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Part 2 Series: Handicap parking injustice

By: Charlotte Smith

Over 17% of Bladen County citizens under 65 years of age are disabled, according to the 2017 United States Census Bureau QuickFacts. The facts do not describe what limitations the citizens with disabilities in the local communities face. However, handicap residents have reported issues with parking; especially in downtown Elizabethtown.

Bladen County citizen, Mr. Cecil Marsh appeared before Elizabethtown Council about a year ago to make some suggestions regarding handicapped parking downtown. Marsh also requested changes to make the benches in front of Town Hall more serviceable.

Ms. Samantha Phillips, another Bladen County resident, has voiced concerns about the handicap parking in the area as well. There are no handicap parking places on Poplar Street near the downtown shops, Phillips explained.

The handicap parking spaces on Broad Street in Elizabethtown only have striped aisles on the driver’s side of the vehicle, Phillips continued.

Having the handicap parking areas fully striped may be a solution for handicap parking safety. Striped aisles are used for wheelchair transfer, walker use and for ramps and lifts to operate safely. Van accessible spaces are usually next to access aisles.

The average space for disability parking is 60 inches wide while van accessible spaces are 96 inches wide, according to the North Carolina Department of Transportation. The expanded parking provides enough room for ramps or lifts to allow wheelchairs to exit safely.

Any vehicle driver should always leave striped access aisles free for wheelchairs and walkers, according to NCDOT. It is not stated anywhere that a vehicle may park in the striped area to allow for wheelchair safety.

Town of Elizabethtown Mayor Sylvia Campbell said she and other Town officials met with representatives from the NCDOT, who regulates the handicap parking, before beginning the Downtown Revitalization Project.

“Our downtown is small and parking is limited,” Mayor Campbell admitted.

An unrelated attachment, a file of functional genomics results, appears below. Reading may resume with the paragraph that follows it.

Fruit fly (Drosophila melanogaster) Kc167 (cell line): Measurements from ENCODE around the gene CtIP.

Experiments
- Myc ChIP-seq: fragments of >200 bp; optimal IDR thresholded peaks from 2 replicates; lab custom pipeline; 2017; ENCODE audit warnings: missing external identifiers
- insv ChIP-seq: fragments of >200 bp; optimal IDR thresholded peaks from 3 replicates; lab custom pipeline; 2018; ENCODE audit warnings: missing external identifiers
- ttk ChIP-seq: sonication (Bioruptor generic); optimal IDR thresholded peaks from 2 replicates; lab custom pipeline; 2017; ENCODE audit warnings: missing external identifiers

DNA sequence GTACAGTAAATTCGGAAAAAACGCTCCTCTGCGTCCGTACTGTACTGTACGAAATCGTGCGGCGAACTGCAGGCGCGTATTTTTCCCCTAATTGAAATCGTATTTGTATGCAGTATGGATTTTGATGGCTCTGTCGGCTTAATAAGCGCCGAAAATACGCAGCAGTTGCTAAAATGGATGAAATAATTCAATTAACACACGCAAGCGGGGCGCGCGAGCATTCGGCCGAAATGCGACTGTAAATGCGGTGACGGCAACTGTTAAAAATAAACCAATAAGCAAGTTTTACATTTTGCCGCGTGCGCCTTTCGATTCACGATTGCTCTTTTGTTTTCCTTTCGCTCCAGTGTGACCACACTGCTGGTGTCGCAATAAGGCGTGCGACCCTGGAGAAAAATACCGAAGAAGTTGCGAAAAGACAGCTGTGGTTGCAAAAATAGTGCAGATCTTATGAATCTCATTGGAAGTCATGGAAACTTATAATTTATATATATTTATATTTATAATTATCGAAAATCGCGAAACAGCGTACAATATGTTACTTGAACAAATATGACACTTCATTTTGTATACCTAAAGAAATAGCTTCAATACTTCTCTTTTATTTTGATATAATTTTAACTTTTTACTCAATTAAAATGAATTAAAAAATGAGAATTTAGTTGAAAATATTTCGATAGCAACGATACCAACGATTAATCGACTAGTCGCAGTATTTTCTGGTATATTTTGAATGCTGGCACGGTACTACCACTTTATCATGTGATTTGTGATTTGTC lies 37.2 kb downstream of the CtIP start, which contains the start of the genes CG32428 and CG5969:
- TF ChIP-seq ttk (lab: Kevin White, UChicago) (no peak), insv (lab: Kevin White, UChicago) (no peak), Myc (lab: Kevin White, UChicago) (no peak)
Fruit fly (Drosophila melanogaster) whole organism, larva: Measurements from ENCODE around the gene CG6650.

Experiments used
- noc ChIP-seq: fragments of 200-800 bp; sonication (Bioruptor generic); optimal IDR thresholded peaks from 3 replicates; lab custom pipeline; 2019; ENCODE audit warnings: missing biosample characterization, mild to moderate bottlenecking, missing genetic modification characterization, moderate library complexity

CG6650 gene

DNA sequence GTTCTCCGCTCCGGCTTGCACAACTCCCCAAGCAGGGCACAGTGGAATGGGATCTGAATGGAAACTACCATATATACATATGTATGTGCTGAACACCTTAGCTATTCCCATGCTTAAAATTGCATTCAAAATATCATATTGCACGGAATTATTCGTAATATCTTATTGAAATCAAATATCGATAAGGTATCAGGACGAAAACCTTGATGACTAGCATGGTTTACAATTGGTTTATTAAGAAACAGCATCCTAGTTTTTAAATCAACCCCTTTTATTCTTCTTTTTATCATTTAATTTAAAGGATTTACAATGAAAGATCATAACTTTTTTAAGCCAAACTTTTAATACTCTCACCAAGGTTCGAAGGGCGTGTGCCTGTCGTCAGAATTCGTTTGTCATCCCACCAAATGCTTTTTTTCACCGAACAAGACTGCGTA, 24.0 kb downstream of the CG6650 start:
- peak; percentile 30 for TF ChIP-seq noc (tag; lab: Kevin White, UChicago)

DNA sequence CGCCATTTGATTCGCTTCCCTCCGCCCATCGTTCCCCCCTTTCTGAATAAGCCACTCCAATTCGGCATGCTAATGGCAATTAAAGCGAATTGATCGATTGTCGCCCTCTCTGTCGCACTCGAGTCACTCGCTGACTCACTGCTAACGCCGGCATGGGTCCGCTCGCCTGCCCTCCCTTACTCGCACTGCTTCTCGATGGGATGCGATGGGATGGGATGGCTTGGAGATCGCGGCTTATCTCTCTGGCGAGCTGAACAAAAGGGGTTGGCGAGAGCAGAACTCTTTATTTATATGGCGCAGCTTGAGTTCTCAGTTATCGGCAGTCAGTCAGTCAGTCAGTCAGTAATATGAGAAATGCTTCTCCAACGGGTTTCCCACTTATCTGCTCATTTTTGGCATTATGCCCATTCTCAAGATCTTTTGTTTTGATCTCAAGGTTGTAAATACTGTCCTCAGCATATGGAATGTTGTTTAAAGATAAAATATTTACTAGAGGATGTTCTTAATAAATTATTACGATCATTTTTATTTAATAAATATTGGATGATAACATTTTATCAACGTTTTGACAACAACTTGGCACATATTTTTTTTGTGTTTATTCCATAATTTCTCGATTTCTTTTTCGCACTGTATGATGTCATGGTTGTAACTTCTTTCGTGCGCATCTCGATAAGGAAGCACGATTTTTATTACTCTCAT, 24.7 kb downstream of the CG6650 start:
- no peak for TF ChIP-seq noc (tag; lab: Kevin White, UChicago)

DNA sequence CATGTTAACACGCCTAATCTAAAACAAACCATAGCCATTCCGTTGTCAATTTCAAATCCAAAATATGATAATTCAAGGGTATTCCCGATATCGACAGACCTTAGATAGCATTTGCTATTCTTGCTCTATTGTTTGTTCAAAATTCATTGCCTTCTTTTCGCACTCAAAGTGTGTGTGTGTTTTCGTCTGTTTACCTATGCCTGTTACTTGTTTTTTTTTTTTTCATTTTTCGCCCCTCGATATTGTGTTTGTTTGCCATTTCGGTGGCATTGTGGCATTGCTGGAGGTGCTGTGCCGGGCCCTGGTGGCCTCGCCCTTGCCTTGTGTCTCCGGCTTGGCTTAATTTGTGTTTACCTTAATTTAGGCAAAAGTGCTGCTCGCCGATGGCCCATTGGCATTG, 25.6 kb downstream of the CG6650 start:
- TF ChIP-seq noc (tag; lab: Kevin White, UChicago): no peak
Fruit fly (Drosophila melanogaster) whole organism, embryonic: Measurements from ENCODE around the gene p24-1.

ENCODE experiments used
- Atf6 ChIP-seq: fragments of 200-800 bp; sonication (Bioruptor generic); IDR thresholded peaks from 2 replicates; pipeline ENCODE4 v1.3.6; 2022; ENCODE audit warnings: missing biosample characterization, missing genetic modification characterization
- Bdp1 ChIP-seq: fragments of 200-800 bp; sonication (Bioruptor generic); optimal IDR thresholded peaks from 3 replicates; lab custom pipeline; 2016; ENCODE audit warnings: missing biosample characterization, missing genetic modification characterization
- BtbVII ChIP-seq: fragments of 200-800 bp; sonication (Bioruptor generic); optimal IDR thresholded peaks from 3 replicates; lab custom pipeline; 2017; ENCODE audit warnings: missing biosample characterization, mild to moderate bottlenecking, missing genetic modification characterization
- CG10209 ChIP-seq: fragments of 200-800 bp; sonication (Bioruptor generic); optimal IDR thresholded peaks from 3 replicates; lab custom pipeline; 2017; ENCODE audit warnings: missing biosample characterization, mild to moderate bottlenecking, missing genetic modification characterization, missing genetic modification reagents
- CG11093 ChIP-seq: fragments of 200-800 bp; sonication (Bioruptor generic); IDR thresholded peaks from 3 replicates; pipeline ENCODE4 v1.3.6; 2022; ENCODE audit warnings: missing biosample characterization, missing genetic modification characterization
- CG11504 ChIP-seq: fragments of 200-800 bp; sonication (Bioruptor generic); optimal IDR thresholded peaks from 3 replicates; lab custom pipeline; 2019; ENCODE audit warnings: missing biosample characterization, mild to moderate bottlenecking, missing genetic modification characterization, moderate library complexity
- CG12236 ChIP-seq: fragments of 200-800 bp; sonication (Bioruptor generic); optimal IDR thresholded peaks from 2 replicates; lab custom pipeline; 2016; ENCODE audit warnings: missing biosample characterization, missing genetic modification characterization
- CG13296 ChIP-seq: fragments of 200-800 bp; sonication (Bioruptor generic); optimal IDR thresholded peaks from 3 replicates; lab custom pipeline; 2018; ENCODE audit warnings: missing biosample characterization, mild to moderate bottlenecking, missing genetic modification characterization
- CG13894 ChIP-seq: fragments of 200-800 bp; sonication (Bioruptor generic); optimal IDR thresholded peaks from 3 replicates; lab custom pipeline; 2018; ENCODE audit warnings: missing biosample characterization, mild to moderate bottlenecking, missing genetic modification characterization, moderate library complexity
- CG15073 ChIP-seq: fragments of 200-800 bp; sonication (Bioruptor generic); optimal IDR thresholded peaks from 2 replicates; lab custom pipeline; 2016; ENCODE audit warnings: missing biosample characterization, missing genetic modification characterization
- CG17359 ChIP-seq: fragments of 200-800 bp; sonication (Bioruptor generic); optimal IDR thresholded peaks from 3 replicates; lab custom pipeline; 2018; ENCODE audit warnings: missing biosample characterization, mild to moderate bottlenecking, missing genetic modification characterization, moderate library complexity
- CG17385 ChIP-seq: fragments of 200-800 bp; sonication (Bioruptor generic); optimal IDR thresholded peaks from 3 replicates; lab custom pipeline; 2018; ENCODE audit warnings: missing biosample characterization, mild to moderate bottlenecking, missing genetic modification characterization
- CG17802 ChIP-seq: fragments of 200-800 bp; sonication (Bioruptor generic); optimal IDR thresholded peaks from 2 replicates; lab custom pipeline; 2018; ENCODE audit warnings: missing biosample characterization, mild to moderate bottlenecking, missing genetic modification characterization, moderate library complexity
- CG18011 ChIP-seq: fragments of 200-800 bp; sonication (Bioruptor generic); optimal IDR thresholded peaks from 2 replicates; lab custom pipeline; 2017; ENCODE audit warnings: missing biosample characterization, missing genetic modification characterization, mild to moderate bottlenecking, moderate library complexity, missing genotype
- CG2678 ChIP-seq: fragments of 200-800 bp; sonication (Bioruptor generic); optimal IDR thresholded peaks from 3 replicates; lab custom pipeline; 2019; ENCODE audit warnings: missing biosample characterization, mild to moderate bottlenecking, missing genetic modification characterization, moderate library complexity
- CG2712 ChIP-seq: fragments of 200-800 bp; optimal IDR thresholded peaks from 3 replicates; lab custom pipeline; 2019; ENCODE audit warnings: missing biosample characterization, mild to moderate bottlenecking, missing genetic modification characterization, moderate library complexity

At times, throughout the day, there are no vacant parking spaces downtown including handicap parking, while at other times spaces are available.

“I hope it is meeting the needs,” Mayor Campbell said.

Campbell did say the downtown area is meeting all of the NCDOT handicap parking requirements.

According to Americans with Disabilities Act (ADA), “The minimum number of accessible parking spaces required depends on the total number of parking spaces in the lot, as seen in the table below. Furthermore, one of every six accessible parking spaces, or fraction of six, must be “van-accessible.” For example: A parking lot with 400 total spaces needs eight accessible spaces, and two of those eight spaces must be van-accessible.”




Find out more about parking requirements at:

The North Carolina Department of Transportation states, “Disability parking may be used only when the person to whom the placard or plate was issued is in the vehicle. If that person is not in the vehicle, the driver may not use the disability placard/plate.

The department added, “Anyone else using a disability parking placard or plate for any reason may be subject to posted fines.”

Infraction of NC General Statue 20-37.6 carries a penalty of at least one hundred dollars ($100.00) but not more than two hundred fifty dollars ($250.00). In addition to the fines, towing may be enforced of vehicles in violation of G.S. 20-37.6 at an additional cost according to the statue.

NC General Statue 20-37.6 Parking privileges for handicapped drivers and passengers statute states, “(d) It shall be unlawful to park or leave standing any vehicle in a space designated for physically handicapped persons when such vehicle does not display the distinguishing license plate or placard as provided in this section where appropriate aboveground signs or symbol and words giving notice thereof are erected marking the designated parking space. It shall be unlawful for any person not qualifying for the rights and privileges extended to handicapped persons under this section to exercise or attempt to exercise such rights or privileges by the unauthorized use of a distinguishing license plate or placard issued pursuant to the provisions of this section. The punishment for violation of this section shall not exceed a fine of ten dollars ($10.00) and the prima facie rule of evidence set forth in G.S. 20-162.1 shall apply.”

If you need a handicap parking permit visit the following site for more information:

Related article:

Part 1 Series: Ending ignorance about people with disabilities; benefits of service dogs

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